Lise Hand: 'Individuals, communities and nations have shown they're stronger than fear'
Ten years ago, it was a day of sound and fury -- the scream of jets plunging into city buildings and into the Pennsylvanian earth; the wail of fire engines and police cars rushing to the rescue.
The shriek, crack, thunder and crash as the Twin Towers toppled and died in a boiling, roaring tumult of smoke and rolling balls of fire. The unheard howls of the dying, the clamour of those running for their lives, and then the lamentations and weeping for the dead.
Yesterday, the horrifying, still-vivid tragedy of 9/11 was commemorated in many different ways -- by religious reflection, music, speeches, the naming of the 2,983 victims who perished under the limpid-blue skies of September 11, 2001.
But everywhere, at every memorial, it was marked by the sound of silence.
As 1.46pm approached in Ireland yesterday afternoon -- the exact time when 3,000 miles to the west of us the first hijacked plane slammed into the north tower of the World Trade Centre at 8.46am Eastern Time -- the President and the Taoiseach sat with heads bowed as a deep silence settled on the RDS Hall.
There may be 3,000 miles of deep blue ocean separating Ireland and New York, but it's no distance at all, really. We grew up looking at its unmistakable silhouette in films and on telly. We had aunties and brothers and cousins and friends who worked in the skyscrapers, hospitals and restaurants.
And when the Celtic Tiger was in full swing, we went there in our thousands to shop and carouse and just breathe in deep lungfuls of the electric Manhattan air. For it was a heady brew, infused with endless possibility and pugnacious opportunity. The air never smelled like that at home, it never had that scent which promised Anything Can Happen. No wonder the Irish loved it. No wonder that it felt so personal when the city was subjected to such a brutal attack, one made all the more personal as the atrocity unfolded live on television, the unforgettable images beamed into homes and offices.
And yesterday some of those images of falling towers and twisted metal served as a backdrop to a quietly moving ceremony to mark the passing of 10 years since 9/11.
President Mary McAleese, Taoiseach Enda Kenny, US Ambassador Dan Rooney and his wife Patricia were in the RDS, alongside members of the garda and fire services, and also representatives of the New York police and fire departments, and a small group of relatives of people who died at Ground Zero.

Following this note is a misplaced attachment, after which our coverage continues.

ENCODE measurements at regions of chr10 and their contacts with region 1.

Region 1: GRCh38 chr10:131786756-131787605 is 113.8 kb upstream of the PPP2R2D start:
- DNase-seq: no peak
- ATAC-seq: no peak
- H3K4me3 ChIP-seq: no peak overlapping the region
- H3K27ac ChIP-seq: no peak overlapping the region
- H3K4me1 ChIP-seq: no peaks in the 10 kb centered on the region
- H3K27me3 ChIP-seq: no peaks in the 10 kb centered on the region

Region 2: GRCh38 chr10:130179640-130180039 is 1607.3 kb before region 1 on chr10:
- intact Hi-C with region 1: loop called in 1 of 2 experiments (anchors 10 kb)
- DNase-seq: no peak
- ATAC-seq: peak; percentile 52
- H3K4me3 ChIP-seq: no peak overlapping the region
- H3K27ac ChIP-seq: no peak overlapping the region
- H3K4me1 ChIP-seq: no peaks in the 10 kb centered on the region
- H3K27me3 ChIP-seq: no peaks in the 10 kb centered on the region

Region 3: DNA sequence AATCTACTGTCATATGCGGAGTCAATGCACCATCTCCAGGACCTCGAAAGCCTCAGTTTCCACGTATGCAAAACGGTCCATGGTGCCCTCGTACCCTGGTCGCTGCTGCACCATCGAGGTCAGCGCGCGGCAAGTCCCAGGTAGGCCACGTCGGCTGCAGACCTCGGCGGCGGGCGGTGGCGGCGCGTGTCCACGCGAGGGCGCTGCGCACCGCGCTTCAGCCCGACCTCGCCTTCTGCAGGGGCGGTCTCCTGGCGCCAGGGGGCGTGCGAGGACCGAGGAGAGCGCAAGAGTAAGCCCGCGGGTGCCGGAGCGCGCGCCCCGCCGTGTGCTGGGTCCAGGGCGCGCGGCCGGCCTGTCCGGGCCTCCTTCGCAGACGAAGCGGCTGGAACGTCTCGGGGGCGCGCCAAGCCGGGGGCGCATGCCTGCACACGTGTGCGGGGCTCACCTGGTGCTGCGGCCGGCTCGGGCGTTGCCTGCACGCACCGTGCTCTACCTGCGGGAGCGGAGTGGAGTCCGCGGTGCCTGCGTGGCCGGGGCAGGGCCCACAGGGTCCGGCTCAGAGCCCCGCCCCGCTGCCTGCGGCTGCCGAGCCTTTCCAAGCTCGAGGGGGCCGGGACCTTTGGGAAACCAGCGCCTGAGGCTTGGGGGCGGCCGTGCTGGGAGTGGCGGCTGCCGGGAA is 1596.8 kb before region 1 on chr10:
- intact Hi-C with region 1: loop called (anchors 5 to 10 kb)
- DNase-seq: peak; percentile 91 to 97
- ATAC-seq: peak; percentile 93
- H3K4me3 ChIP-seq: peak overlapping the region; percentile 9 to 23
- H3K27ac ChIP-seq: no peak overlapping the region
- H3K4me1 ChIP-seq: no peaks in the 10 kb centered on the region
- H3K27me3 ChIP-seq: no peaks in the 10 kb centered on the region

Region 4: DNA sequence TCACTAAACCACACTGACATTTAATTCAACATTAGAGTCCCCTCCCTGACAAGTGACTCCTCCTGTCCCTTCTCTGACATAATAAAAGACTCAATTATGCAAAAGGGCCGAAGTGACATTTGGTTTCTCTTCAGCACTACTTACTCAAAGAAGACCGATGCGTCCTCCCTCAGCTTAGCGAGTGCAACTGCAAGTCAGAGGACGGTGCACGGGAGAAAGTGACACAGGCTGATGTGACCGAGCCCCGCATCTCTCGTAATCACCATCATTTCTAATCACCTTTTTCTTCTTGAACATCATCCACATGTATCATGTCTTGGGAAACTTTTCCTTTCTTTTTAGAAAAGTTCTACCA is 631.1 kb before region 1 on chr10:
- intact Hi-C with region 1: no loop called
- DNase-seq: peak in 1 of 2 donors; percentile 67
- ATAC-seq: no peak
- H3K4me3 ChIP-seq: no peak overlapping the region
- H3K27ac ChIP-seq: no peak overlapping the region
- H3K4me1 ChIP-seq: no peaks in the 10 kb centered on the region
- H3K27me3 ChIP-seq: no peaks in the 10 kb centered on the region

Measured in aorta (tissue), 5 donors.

There were no trumpets or fanfare; it began with two unaccompanied soloists singing 'Amhran na bhFiann' followed by 'The Star-Spangled Banner', and included the reading of two poems, 'The Names' by US poet laureate Billy Collins was read by Patricia Rooney and 'Anything Can Happen' by Nobel laureate Seamus Heaney was read by Enda Kenny.
US Ambassador Rooney gave a short, simple speech. "Ten years ago today the world stopped in horror and stood by our side. Ten years ago our hearts were broken with grief, our hearts are still heavy with the burden of grief," he said. "Those who have used terror have failed.
"Individuals, communities and nations have shown they are stronger than fear."
Ms McAleese then showed why she'll be such a hard act to follow as Uachtarain na hEireann, delivering an eloquent speech which paid tribute to the bravery of those who died trying to rescue people from the disintegrating towers.
"For if terrorism manifested that day, the meticulously-planned worst of human nature, there were surely so many, many others who with no more than a heartbeat to decide displayed a selfless generosity and a spontaneous courage of absolutely astounding depth," she said. "9/11 is not and never will be defined by the people who demolished the fundamental human rights of those who died, were injured or bereaved.
"It will forever be defined by those men and women whose decency and determination stood strong and valiant in defence of human values and human dignity which are the very bedrock of true democracies."
President McAleese then quoted Martin Luther King. "He once said, 'under a mountain of despair, a stone of hope'. Certainly things changed, but the American people did not fall apart, nor did the world. Innocence was lost, but not fortitude.
"And on this day, those of us who believe in the right of every human being to live in peace, equality, dignity, protected by a shield of invincible civil and human rights, we commit ourselves anew to the task of building, stone of hope by stone of hope, a better world, a safer world, a fairer world."
The applause was prolonged and heartfelt, and there was a standing ovation for the three New York firefighters and one member of the police department who had fought to save lives on the day the sky fell in.
And yet perhaps the most powerful testament came from Waterford man Sean Egan.
The engraver and sculptor created a stunning sculpture of the fallen towers out of glass and, most preciously, a small bar of darkened metal from one of the towers.
It was called 'The Miracle of Stairwell B', and Sean vividly recounted the story of bravery and heroism by a group of firefighters who somehow survived the collapse of one of the towers while they were still inside looking for people.
As time briefly paused in Dublin and London and New York and Washington and myriad cities touched by the tragedy -- 90 nations lost citizens in 9/11 -- perhaps some ghosts rested more quietly. But so many of them have Irish names. In the RDS, master of ceremonies Ryan Tubridy read a short roll-call and the 3,000 miles between the countries just melted away.
Murphy, Mullen, O'Keeffe, Cahill, Keating, O'Neill, Kennedy, Collins, Gallagher and Mitchell. The list went on. And silence fell again.